by Brad Larsen, DDS
My personal journey as a caregiver began about two years after my wife, Cindy, and I were married. Our oldest son was six months old and I was beginning my second year of dental school when Cindy was diagnosed with multiple sclerosis.
Treatment options were limited and we were young and naïve, so we just carried on with our lives. At first, caregiving was just a small thing that I did to help my wife; however, caregiving has evolved over the years into a 24/7 endeavor.
A recent study found that men are 7 times more likely than women to abandon their spouse when they are diagnosed with a chronic condition such as cancer or multiple sclerosis. Perhaps one of the reasons men leave is that they see their lives and independence slipping away as the demands of caregiving increase.
I have identified five choices that I have made that have transformed caregiving from a task to a source of fulfillment in my own life.
1. Make the choice: A recent AARP study found that 50% of caregivers felt they had no choice in assuming the role of caregiver. Something we feel compelled to do, rather than chose to do, rarely produces a sense of fulfillment. For years, I just took care of Cindy. MS was calling the shots in our marriage and we were both victims. Things changed for us when I took a more proactive approach and I took back the control. I no longer feel like a victim.
2. Create a balanced life: There is little you can do to stop the impact of a chronic or progressive illness or a debilitating injury on your loved one. But there is a great deal that you can do to take responsibility for your personal health and meeting your own needs. As the physical demands of caring for Cindy increased, I realized that I needed to be on my “A Game.” Cindy’s and my own quality of life is directly related to my physical and emotional ability to care for her. By taking back control and maintaining my physical and emotional abilities, we have managed to live a relatively normal life.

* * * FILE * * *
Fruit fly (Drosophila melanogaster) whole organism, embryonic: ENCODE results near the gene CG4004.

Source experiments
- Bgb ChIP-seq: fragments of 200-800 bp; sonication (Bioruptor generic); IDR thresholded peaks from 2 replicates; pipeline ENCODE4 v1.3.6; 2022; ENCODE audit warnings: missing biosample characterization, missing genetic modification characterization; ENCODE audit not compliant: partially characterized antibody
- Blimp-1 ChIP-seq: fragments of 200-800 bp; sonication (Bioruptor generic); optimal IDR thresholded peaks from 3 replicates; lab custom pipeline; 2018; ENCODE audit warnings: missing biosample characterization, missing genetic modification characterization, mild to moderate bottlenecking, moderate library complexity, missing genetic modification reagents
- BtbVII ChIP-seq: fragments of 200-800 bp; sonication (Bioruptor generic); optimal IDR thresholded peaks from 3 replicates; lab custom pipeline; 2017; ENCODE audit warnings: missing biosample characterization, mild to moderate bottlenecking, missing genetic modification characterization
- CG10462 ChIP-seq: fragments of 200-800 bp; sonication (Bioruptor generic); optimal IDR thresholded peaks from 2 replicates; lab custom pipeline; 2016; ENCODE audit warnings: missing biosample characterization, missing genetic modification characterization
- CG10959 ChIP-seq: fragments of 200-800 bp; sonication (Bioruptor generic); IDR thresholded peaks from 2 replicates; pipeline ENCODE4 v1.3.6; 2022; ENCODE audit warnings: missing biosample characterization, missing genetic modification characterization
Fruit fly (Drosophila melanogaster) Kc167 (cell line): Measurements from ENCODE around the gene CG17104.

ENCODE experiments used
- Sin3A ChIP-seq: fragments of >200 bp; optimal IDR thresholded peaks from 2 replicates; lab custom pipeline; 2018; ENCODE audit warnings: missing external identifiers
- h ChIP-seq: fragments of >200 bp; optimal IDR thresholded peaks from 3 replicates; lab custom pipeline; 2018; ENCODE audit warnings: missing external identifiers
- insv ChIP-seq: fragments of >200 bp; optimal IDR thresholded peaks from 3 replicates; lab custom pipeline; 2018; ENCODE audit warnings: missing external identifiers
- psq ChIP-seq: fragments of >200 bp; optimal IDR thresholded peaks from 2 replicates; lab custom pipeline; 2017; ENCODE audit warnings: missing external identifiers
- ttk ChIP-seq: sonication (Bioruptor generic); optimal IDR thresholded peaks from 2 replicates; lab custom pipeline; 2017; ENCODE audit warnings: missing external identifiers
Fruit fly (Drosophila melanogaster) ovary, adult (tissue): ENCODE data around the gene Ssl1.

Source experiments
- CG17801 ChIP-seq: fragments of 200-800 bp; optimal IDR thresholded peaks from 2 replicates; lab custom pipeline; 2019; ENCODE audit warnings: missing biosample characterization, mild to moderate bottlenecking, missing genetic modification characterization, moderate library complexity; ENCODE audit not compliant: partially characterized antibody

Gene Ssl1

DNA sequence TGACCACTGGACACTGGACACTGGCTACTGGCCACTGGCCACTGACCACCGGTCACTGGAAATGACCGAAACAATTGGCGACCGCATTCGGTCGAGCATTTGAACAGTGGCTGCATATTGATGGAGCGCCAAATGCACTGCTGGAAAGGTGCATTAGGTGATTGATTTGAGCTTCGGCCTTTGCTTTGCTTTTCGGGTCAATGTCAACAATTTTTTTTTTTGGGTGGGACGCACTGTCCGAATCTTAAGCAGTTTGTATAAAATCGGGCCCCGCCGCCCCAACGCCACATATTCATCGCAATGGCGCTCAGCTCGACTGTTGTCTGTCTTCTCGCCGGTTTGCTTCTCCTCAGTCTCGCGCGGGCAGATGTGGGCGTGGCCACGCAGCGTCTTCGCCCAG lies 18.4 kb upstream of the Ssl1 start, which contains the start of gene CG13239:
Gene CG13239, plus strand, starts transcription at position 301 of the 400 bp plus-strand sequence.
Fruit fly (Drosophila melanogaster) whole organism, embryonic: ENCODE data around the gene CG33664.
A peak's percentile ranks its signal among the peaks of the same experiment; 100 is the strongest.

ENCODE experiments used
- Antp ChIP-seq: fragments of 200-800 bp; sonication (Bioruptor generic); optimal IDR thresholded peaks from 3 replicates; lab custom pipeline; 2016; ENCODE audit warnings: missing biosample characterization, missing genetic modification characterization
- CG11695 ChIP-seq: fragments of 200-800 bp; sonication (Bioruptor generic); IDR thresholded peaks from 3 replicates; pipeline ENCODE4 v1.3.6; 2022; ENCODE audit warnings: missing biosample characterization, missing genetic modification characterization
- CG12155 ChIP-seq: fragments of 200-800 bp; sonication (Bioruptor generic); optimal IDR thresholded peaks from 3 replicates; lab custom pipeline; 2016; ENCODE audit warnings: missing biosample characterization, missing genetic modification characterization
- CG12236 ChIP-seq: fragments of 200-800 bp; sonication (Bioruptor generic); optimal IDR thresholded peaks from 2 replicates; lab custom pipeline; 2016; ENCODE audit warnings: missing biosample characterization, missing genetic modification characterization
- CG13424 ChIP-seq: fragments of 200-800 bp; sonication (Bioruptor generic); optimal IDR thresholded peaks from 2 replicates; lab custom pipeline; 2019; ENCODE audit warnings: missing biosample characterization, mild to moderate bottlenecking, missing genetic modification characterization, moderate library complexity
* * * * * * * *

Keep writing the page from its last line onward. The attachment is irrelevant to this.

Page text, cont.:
3. Ask for help: Less than 50% of family caregivers report that they receive any unpaid help from family or friends. Caregivers are reluctant to ask for help. They look at asking for help as a sign of weakness. But waiting to ask for help increases the risk of exhaustion and health risks. Over the years I have learned to ask for help and have developed a circle of support.
4. Cut yourself some slack: Just like parenting, caregiving is a “learn as you go” process. We can only minimize risks, we can’t eliminate them. Being willing to make a mistake increases the opportunity to learn and find creative solutions to difficult problems associated with the failing health of your loved one.
5. Dare to dream: While caregivers logically conclude that their own personal dreams need to be forfeited or postponed, nothing could be further from the truth. Feeling that we have to forfeit or postpone our dreams will only increase the likelihood of resentment. Dreams are the benchmarks of life.
Dr. Atud Gawande, an American surgeon and writer, encourages us: “You may not control life’s circumstances, but getting to be the author of your life means getting to control what you do with them.” Cindy and I have made choices that have enabled us to create a remarkable life. And I am glad I stayed.
Brad Larsen, DDS, has worked as a dentist in Kelso, Washington for 28 years and is now actively retired.